To the Journal editor:
In a previous letter to the editor, I wrote that the main problem at Sawyer is that Sawyer is a geographical place, not a political entity but that might not have been an exact fact.
My mailing address indicates that Sawyer is nominally a part of Gwinn, while we all know it is separated from actual Gwinn by miles of sand, jack pine and general indifference.
I also likely overstated the amount of taxes paid by Sawyer to Forsyth Township and failed to note that a part of Sawyer actually pays its taxes to West Branch Township, not Forsyth Township at all.
Nonetheless, the central fact remains, millions of Sawyer's tax dollars flow away somewhere because Sawyer has no political identity, no way of holding on to its own money.
For all her gone millions, Sawyer gets primarily street plowing in winter, paying more than any other community in Michigan, likely all of America, for that service.
When I look at my property tax bill, I see that I pay over $40 for a clubhouse in Gwinn, while my street here in Sawyer has no street lights, not a one.
In just the last nine months, Gwinn has asked Sawyer for money for a library in Gwinn, was voted down for an extra policeman, won a second time vote (because Gwinn has more votes than we do here in Sawyer-the way they control our cash) and they are about to put Sawyer at financial risk rebuilding their water system.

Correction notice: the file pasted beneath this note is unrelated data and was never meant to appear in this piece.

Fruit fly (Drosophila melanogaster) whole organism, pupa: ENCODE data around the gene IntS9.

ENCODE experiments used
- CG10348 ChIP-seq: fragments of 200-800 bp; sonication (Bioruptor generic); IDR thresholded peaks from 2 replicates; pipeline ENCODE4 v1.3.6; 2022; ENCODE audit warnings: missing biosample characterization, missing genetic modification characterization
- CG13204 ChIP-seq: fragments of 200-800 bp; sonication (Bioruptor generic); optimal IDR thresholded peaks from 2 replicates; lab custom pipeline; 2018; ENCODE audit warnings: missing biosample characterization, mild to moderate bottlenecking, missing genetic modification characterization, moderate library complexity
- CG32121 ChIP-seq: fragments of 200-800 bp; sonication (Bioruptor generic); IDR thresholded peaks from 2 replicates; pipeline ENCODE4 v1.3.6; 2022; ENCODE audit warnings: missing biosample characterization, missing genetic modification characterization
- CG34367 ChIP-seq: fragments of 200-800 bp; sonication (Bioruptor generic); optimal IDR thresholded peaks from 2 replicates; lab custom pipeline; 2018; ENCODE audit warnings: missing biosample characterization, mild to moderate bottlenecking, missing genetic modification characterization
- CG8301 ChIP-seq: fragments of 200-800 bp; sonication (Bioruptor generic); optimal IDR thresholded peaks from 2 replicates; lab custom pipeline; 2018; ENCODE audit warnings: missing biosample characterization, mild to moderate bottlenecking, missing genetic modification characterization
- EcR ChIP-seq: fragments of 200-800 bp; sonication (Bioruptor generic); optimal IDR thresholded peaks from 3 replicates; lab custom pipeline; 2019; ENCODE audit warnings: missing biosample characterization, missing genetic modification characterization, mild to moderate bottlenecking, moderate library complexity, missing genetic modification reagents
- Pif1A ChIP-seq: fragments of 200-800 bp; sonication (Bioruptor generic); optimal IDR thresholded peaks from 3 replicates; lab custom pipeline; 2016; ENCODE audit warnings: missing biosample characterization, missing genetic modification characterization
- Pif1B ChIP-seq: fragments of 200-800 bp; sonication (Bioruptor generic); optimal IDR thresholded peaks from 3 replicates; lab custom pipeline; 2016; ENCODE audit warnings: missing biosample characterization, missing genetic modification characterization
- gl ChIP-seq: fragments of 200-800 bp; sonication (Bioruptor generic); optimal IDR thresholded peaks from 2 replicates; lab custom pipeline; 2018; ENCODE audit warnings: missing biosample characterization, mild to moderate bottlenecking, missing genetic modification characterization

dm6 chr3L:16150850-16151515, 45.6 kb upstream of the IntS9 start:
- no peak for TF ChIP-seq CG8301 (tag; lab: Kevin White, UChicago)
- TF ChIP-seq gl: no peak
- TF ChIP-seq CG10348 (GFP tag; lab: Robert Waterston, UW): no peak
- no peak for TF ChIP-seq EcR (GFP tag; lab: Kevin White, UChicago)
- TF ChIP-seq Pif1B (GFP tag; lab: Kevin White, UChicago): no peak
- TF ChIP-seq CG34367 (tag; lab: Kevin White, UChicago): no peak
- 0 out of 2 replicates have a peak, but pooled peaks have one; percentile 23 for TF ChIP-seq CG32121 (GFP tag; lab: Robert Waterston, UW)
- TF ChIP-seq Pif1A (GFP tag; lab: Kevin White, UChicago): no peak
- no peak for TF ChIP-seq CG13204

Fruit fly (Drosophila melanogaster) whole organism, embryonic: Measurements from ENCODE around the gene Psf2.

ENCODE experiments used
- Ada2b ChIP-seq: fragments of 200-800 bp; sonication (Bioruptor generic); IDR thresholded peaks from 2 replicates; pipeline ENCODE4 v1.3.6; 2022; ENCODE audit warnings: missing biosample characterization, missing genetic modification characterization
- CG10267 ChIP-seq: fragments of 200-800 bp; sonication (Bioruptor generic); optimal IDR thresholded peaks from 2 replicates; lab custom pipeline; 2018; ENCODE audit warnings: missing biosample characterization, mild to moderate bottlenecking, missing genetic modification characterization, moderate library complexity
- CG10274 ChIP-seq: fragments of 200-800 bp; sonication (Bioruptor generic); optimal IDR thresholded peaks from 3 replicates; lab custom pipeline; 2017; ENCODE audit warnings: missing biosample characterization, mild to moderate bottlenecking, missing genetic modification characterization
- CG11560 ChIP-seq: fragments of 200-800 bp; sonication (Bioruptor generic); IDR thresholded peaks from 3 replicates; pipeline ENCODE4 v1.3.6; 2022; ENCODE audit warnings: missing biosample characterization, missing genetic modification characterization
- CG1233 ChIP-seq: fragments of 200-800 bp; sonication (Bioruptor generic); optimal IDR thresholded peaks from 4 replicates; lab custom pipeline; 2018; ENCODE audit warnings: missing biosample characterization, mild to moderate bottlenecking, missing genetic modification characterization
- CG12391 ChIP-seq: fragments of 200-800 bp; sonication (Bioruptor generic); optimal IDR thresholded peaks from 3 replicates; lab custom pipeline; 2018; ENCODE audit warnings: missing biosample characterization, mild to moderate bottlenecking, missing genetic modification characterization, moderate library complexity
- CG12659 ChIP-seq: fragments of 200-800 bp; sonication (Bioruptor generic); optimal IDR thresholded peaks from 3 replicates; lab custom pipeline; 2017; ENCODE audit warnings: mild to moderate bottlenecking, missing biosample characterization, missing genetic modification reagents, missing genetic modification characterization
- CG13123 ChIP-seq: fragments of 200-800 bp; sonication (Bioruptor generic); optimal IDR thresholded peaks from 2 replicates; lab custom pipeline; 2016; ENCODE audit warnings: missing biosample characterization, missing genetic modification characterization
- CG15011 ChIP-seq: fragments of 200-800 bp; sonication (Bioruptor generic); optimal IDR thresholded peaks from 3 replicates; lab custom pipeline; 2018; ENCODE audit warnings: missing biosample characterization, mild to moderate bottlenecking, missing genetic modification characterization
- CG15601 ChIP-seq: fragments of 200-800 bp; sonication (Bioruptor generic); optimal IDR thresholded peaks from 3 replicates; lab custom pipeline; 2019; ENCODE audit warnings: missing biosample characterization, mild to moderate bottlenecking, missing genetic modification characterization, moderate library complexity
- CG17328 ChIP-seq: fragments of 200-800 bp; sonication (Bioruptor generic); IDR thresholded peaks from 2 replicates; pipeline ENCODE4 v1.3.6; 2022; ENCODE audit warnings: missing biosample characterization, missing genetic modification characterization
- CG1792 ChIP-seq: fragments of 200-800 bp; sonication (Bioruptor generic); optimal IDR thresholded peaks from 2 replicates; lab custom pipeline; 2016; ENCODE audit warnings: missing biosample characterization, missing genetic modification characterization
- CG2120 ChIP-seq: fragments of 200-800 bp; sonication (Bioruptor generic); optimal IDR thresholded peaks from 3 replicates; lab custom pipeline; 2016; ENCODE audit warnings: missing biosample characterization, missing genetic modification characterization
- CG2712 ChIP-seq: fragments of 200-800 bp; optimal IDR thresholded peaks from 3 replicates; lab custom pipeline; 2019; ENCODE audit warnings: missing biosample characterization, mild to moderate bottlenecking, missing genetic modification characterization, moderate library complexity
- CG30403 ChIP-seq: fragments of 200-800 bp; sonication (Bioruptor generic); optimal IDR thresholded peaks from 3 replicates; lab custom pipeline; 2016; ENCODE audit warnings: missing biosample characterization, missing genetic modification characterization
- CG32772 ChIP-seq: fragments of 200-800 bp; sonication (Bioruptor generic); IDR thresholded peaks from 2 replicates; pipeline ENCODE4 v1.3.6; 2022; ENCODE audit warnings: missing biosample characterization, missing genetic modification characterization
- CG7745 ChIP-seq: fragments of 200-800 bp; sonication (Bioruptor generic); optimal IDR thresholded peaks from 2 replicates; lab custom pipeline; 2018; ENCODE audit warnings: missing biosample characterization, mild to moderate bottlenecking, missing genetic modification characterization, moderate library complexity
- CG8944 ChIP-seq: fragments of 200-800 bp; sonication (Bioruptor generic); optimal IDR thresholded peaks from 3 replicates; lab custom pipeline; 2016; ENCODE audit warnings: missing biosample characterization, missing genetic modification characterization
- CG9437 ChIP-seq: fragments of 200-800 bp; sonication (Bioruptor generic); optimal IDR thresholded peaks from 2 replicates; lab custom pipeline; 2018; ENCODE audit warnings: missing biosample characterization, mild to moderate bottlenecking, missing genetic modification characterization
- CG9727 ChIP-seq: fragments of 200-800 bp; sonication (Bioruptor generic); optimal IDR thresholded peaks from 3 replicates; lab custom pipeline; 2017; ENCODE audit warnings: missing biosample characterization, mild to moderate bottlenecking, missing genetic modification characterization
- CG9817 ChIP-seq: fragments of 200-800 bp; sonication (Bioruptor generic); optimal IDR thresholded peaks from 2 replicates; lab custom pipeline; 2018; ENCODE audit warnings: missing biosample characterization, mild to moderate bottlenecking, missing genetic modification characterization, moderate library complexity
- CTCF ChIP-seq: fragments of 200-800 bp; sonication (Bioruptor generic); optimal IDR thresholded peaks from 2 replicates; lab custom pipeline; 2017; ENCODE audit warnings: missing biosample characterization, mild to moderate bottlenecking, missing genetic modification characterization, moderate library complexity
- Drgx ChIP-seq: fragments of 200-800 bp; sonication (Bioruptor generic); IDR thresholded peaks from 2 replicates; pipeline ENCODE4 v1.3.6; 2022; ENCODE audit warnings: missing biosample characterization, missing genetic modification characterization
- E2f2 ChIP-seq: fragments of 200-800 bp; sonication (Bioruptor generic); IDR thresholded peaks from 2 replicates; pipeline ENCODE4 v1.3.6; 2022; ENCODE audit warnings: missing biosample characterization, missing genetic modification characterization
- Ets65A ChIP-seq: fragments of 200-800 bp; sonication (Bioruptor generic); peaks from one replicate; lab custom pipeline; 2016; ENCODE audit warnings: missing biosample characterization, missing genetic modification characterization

Gwinn's taste for Sawyer cash seems only to be growing. And why not? If Sawyer keeps handing cash over, why shouldn't Forsyth and West Branch keep spending it? If Sawyer wants to stop its decay and blight, Sawyer will have to gain control over its own cash and start spending it on itself.
The way to do this is for those people looking out for Sawyer to find a way to turn Sawyer into a township, a city, a town, or a village - a legal entity. Shy of such legalization, nothing is going to change in Sawyer's future, because she will remain an abused dependent, part of Gwinn.
Right now at Sawyer, we are hoping someone is fixing our non-functioning fire hydrants, because we lack the means, both political and financial, to fix them ourselves.